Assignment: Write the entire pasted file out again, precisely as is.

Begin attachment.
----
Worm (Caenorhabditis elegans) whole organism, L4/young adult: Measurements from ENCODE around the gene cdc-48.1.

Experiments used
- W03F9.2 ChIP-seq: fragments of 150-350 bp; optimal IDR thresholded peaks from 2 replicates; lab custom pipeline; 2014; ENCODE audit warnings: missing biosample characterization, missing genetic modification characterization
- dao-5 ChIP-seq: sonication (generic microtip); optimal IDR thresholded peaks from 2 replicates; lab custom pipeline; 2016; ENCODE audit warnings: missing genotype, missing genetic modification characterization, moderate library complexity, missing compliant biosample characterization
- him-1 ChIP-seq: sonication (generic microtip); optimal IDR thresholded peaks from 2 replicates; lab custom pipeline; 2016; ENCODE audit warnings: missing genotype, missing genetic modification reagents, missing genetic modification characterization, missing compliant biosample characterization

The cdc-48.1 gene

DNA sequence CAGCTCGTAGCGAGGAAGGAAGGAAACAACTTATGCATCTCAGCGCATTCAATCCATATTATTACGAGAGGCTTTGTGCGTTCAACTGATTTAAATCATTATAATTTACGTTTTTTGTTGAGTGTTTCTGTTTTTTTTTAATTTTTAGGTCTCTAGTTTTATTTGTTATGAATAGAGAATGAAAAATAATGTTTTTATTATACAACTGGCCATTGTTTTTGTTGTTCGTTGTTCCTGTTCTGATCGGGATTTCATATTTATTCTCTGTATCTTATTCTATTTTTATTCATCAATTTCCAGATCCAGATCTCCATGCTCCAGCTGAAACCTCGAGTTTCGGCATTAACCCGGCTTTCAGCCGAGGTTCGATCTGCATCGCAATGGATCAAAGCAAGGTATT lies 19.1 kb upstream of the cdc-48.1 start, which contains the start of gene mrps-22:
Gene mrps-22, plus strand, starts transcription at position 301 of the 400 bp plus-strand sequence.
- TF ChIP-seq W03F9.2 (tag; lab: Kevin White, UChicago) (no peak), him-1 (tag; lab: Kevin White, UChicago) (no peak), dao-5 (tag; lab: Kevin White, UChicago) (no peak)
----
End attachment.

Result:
Worm (Caenorhabditis elegans) whole organism, L4/young adult: Measurements from ENCODE around the gene cdc-48.1.

Experiments used
- W03F9.2 ChIP-seq: fragments of 150-350 bp; optimal IDR thresholded peaks from 2 replicates; lab custom pipeline; 2014; ENCODE audit warnings: missing biosample characterization, missing genetic modification characterization
- dao-5 ChIP-seq: sonication (generic microtip); optimal IDR thresholded peaks from 2 replicates; lab custom pipeline; 2016; ENCODE audit warnings: missing genotype, missing genetic modification characterization, moderate library complexity, missing compliant biosample characterization
- him-1 ChIP-seq: sonication (generic microtip); optimal IDR thresholded peaks from 2 replicates; lab custom pipeline; 2016; ENCODE audit warnings: missing genotype, missing genetic modification reagents, missing genetic modification characterization, missing compliant biosample characterization

The cdc-48.1 gene

DNA sequence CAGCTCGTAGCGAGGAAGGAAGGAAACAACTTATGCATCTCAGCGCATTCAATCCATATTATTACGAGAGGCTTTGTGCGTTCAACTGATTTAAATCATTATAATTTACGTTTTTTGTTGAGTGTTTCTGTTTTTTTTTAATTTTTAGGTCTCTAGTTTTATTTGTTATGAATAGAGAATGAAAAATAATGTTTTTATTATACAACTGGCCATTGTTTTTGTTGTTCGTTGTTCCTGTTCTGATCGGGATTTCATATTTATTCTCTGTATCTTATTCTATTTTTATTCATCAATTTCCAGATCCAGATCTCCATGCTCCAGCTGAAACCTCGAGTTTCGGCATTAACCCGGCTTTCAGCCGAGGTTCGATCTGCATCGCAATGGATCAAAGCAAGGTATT lies 19.1 kb upstream of the cdc-48.1 start, which contains the start of gene mrps-22:
Gene mrps-22, plus strand, starts transcription at position 301 of the 400 bp plus-strand sequence.
- TF ChIP-seq W03F9.2 (tag; lab: Kevin White, UChicago) (no peak), him-1 (tag; lab: Kevin White, UChicago) (no peak), dao-5 (tag; lab: Kevin White, UChicago) (no peak)